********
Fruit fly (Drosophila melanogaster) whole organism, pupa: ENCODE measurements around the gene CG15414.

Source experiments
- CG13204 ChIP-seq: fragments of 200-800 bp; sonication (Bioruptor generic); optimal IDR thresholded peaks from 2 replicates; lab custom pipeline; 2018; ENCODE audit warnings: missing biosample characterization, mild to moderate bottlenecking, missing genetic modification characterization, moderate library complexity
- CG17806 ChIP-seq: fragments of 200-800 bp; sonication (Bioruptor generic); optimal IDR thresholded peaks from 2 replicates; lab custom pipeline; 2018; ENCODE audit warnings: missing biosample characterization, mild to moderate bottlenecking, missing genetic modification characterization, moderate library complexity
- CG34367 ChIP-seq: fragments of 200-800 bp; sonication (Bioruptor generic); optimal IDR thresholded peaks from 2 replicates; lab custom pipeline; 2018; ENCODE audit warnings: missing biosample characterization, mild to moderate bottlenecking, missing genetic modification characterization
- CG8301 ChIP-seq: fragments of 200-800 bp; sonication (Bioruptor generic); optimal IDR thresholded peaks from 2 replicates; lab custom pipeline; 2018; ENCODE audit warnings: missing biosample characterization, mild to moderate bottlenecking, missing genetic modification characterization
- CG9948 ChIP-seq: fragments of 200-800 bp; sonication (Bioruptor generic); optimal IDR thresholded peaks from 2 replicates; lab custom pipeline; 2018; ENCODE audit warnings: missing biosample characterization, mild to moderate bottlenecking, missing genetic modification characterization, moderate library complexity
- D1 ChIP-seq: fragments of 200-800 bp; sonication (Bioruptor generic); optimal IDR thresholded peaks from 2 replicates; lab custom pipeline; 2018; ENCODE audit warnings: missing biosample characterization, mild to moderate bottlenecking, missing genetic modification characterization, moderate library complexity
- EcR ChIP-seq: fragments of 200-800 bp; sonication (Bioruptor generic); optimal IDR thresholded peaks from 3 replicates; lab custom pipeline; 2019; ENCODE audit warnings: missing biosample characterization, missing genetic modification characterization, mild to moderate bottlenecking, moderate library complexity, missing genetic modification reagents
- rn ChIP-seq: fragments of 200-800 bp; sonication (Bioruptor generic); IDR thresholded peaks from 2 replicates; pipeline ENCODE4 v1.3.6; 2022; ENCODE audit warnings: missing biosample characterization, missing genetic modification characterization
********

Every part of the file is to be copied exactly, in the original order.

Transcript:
Fruit fly (Drosophila melanogaster) whole organism, pupa: ENCODE measurements around the gene CG15414.

Source experiments
- CG13204 ChIP-seq: fragments of 200-800 bp; sonication (Bioruptor generic); optimal IDR thresholded peaks from 2 replicates; lab custom pipeline; 2018; ENCODE audit warnings: missing biosample characterization, mild to moderate bottlenecking, missing genetic modification characterization, moderate library complexity
- CG17806 ChIP-seq: fragments of 200-800 bp; sonication (Bioruptor generic); optimal IDR thresholded peaks from 2 replicates; lab custom pipeline; 2018; ENCODE audit warnings: missing biosample characterization, mild to moderate bottlenecking, missing genetic modification characterization, moderate library complexity
- CG34367 ChIP-seq: fragments of 200-800 bp; sonication (Bioruptor generic); optimal IDR thresholded peaks from 2 replicates; lab custom pipeline; 2018; ENCODE audit warnings: missing biosample characterization, mild to moderate bottlenecking, missing genetic modification characterization
- CG8301 ChIP-seq: fragments of 200-800 bp; sonication (Bioruptor generic); optimal IDR thresholded peaks from 2 replicates; lab custom pipeline; 2018; ENCODE audit warnings: missing biosample characterization, mild to moderate bottlenecking, missing genetic modification characterization
- CG9948 ChIP-seq: fragments of 200-800 bp; sonication (Bioruptor generic); optimal IDR thresholded peaks from 2 replicates; lab custom pipeline; 2018; ENCODE audit warnings: missing biosample characterization, mild to moderate bottlenecking, missing genetic modification characterization, moderate library complexity
- D1 ChIP-seq: fragments of 200-800 bp; sonication (Bioruptor generic); optimal IDR thresholded peaks from 2 replicates; lab custom pipeline; 2018; ENCODE audit warnings: missing biosample characterization, mild to moderate bottlenecking, missing genetic modification characterization, moderate library complexity
- EcR ChIP-seq: fragments of 200-800 bp; sonication (Bioruptor generic); optimal IDR thresholded peaks from 3 replicates; lab custom pipeline; 2019; ENCODE audit warnings: missing biosample characterization, missing genetic modification characterization, mild to moderate bottlenecking, moderate library complexity, missing genetic modification reagents
- rn ChIP-seq: fragments of 200-800 bp; sonication (Bioruptor generic); IDR thresholded peaks from 2 replicates; pipeline ENCODE4 v1.3.6; 2022; ENCODE audit warnings: missing biosample characterization, missing genetic modification characterization